California Pensions for Teachers Fall Farther Behind
Saddled with a massive debt on what is needed to meet its pension obligations the California State Teachers Retirement System (CalSTRS) added more than $4.0 billion to that debt in 2012 because it chose to underfund its so-called “catch-up” payment.
That is the conclusion reached by a study released this week by the California Public Policy Center. Using data from publicly disclosed financial reports - the most recent CalSTRS annual report as well as their most recent actuarial valuation and review - the study evaluated how much cash was actually contributed to the plan in 2012, including how much was contributed to pay down their unfunded liability.
During the fiscal year ended 6-30-2012 CalSTRS collected $5.8 billion from employees and employers to invest in their pension fund. Of this $5.8 billion, $4.7 billion was the so-called "normal contribution," which was a payment to cover the present value of future pensions earned during 2012 by actively employed participants. The other $1.1 billion that was collected and invested in the fund was a "catch-up" payment to reduce the unfunded liability, which at the end of 2012 was officially estimated to be $71.0 billion.
Should Have Been 7 Times Higher
Using pension evaluation formulas and unfunded liability payback terms formally recommended by Moody's Investor Services in April 2013, this study shows that if the "catch-up" payment is calculated based on a level payment, 20-year amortization of the $5.6 billion unfunded liability - still assuming a 7.50 percent rate-of-return projection - the 2012 catch-up payment should have been $7.0 billion per year, nearly seven times what was actually paid.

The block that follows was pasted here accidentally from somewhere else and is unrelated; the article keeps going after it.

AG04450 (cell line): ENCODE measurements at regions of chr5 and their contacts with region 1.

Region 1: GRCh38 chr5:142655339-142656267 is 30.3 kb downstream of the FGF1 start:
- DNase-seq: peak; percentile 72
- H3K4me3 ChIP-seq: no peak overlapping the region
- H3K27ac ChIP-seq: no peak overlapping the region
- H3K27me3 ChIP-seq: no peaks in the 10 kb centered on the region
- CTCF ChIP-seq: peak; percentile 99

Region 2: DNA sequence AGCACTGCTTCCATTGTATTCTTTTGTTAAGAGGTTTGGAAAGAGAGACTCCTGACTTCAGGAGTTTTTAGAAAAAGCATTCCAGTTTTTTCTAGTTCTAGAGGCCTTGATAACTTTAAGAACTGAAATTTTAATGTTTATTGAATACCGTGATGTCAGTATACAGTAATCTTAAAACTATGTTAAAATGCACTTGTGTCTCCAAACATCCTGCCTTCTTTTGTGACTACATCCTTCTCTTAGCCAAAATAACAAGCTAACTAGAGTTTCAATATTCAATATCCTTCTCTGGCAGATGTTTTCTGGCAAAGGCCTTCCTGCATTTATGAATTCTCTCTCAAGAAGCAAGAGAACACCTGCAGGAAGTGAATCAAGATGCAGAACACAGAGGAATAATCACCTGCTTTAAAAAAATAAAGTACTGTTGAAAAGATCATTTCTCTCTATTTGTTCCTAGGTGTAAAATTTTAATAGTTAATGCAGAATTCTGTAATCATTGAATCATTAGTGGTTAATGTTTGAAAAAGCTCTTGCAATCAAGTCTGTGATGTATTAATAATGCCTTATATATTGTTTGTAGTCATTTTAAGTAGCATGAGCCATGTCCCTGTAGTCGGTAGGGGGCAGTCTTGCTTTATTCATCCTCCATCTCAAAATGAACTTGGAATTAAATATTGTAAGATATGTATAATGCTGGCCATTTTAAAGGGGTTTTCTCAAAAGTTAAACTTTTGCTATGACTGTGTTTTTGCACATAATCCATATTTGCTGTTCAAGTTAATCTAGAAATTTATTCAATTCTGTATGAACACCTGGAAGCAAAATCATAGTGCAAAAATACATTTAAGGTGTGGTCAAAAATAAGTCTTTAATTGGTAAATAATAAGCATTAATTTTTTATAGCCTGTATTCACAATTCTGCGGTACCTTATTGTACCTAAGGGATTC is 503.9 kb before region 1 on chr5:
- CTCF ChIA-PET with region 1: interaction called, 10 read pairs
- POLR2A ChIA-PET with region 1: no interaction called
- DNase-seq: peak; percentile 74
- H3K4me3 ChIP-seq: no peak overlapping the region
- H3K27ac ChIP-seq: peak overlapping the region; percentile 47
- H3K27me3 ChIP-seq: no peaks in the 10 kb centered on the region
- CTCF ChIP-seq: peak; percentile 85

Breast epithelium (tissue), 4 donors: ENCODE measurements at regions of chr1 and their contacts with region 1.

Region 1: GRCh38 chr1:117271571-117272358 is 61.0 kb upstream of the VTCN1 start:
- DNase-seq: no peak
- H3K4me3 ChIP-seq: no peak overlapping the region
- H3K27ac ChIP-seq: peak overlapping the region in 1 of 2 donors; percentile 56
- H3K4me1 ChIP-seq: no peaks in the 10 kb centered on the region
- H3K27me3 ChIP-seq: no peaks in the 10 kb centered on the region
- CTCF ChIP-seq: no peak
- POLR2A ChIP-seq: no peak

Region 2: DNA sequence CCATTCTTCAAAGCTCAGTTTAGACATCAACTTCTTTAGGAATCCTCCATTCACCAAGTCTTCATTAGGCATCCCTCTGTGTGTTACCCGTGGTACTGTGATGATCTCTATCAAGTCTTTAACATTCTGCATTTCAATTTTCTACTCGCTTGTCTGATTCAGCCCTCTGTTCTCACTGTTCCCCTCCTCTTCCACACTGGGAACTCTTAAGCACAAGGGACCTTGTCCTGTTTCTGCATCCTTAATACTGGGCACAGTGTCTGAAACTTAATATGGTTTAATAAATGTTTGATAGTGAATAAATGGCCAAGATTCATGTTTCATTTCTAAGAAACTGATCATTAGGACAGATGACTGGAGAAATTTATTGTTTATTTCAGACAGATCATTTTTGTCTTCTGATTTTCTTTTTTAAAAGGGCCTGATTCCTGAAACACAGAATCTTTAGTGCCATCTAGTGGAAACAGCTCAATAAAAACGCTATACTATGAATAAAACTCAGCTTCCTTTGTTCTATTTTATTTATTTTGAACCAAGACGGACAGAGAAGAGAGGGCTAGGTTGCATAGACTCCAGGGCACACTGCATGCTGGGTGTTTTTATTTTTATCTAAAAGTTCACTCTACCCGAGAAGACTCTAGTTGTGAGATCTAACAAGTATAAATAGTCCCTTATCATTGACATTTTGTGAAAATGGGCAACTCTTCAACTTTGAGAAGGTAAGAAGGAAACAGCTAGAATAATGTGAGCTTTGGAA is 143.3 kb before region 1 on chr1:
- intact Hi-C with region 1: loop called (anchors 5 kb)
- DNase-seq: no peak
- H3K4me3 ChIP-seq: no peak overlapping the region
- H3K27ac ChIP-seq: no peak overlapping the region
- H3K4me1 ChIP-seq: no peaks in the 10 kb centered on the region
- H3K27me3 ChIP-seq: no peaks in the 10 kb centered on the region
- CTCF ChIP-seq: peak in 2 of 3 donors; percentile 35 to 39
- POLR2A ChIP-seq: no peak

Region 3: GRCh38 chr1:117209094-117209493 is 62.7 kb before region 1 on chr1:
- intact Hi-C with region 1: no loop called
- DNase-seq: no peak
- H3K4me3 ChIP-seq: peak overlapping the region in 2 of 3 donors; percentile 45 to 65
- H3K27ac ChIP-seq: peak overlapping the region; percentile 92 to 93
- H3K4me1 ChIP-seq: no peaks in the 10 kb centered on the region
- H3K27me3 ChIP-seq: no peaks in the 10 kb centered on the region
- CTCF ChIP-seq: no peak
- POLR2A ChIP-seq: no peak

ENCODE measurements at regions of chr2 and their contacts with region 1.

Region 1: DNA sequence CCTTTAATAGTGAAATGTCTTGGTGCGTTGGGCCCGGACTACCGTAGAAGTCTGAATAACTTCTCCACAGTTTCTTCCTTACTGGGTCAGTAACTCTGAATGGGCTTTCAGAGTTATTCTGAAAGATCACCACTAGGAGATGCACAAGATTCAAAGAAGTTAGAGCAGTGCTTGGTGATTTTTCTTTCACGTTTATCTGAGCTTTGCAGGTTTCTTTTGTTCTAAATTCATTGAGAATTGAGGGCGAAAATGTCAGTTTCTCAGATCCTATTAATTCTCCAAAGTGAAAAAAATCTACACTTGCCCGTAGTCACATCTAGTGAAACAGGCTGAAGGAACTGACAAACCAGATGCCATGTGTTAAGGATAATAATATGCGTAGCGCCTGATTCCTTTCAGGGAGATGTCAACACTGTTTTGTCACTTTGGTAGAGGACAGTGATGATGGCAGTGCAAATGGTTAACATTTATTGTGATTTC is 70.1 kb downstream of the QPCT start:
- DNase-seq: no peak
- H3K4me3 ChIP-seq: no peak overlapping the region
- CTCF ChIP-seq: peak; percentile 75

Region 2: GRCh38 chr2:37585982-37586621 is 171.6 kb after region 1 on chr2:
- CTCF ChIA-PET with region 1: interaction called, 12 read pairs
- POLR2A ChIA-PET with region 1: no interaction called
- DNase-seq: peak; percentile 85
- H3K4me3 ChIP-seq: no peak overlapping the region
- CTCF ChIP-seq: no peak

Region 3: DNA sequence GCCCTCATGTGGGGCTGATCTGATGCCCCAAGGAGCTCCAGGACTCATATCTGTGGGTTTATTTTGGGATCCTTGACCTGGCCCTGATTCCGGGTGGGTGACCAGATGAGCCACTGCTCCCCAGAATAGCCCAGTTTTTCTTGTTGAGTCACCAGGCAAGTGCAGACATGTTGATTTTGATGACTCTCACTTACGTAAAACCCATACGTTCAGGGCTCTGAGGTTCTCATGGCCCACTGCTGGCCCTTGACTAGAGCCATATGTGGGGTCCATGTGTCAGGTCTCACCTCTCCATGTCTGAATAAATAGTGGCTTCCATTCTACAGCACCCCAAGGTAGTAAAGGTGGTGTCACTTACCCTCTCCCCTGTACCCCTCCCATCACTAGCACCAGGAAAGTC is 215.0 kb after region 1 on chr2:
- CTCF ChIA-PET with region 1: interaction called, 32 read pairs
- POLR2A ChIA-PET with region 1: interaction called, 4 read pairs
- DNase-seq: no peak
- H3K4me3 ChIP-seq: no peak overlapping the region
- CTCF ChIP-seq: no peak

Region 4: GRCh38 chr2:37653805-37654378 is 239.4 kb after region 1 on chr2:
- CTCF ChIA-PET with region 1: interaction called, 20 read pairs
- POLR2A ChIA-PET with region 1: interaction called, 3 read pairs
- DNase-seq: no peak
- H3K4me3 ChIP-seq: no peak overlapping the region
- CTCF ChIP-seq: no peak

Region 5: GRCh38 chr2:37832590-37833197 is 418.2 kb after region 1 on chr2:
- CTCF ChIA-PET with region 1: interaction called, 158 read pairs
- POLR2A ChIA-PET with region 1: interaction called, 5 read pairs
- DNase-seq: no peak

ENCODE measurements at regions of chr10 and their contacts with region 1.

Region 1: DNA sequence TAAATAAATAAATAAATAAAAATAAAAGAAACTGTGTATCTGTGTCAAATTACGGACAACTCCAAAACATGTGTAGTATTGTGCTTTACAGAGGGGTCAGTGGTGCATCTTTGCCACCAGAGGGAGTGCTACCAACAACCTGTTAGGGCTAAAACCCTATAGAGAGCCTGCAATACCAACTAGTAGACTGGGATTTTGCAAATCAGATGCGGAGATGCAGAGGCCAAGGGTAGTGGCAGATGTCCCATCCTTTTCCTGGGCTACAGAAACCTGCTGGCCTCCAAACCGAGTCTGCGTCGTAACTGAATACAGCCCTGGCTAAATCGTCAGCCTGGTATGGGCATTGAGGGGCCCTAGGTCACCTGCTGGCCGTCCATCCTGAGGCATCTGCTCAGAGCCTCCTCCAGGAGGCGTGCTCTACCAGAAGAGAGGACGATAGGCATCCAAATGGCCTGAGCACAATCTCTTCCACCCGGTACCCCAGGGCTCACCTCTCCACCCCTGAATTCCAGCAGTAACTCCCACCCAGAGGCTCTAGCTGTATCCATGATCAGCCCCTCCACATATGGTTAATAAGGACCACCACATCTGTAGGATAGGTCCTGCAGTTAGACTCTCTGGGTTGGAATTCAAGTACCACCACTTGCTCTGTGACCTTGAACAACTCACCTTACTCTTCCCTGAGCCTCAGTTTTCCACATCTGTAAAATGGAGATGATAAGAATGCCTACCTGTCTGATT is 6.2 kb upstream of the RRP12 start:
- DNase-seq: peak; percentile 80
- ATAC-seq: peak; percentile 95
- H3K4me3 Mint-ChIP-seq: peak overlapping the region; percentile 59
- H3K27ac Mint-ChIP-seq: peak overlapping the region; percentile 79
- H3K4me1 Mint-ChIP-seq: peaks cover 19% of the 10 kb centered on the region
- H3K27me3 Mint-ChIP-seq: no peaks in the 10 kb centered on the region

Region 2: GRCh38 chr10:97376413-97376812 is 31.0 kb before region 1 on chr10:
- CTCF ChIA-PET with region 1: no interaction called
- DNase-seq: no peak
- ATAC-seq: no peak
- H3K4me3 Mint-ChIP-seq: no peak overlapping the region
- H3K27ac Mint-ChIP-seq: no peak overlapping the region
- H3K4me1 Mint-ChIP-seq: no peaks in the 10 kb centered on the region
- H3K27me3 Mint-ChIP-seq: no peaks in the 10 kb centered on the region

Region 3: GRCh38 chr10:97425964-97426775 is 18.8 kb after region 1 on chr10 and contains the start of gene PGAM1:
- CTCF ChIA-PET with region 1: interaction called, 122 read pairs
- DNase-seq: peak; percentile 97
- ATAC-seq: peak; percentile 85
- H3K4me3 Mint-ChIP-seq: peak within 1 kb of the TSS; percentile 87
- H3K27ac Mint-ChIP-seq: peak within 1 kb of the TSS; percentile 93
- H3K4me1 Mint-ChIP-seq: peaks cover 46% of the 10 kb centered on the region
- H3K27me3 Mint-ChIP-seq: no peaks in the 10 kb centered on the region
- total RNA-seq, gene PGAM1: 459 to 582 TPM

The study also shows that if the pension fund rate-of-return projection drops to 6.20 percent (the historical performance of U.S. equity investments, including dividends, between 1900 and 1999) the unfunded liability recalculates to $107.8 billion and the catch-up payment increases to $9.6 billion per year. At a rate-of-return projection of 4.81 percent (recommended by Moody's), the unfunded liability recalculates to $154.9 billion and the catch-up payment increases to $12.2 billion per year.
Overly Optimistic, Aggressively Calculated
The conclusion of this study is that CalSTRS relies on optimistic long-term earnings projections and very aggressive unfunded liability repayment schedules in order to contribute the absolute minimum each year into their pension fund.
As a result, the study estimates their officially recognized unfunded liability actually increased during 2012 by more than $4 billion. If CalSTRS is required to even incrementally lower their rate-of-return projections - something that market conditions may eventually dictate - their funded ratio, which was already only 67.02 percent, will fall precipitously.
“Are Annual Contributions Into CalSTRS Adequate?”, California Public Policy Center: http://californiapublicpolicycenter.org/are-annual-contributions-into-calstrs-adequate/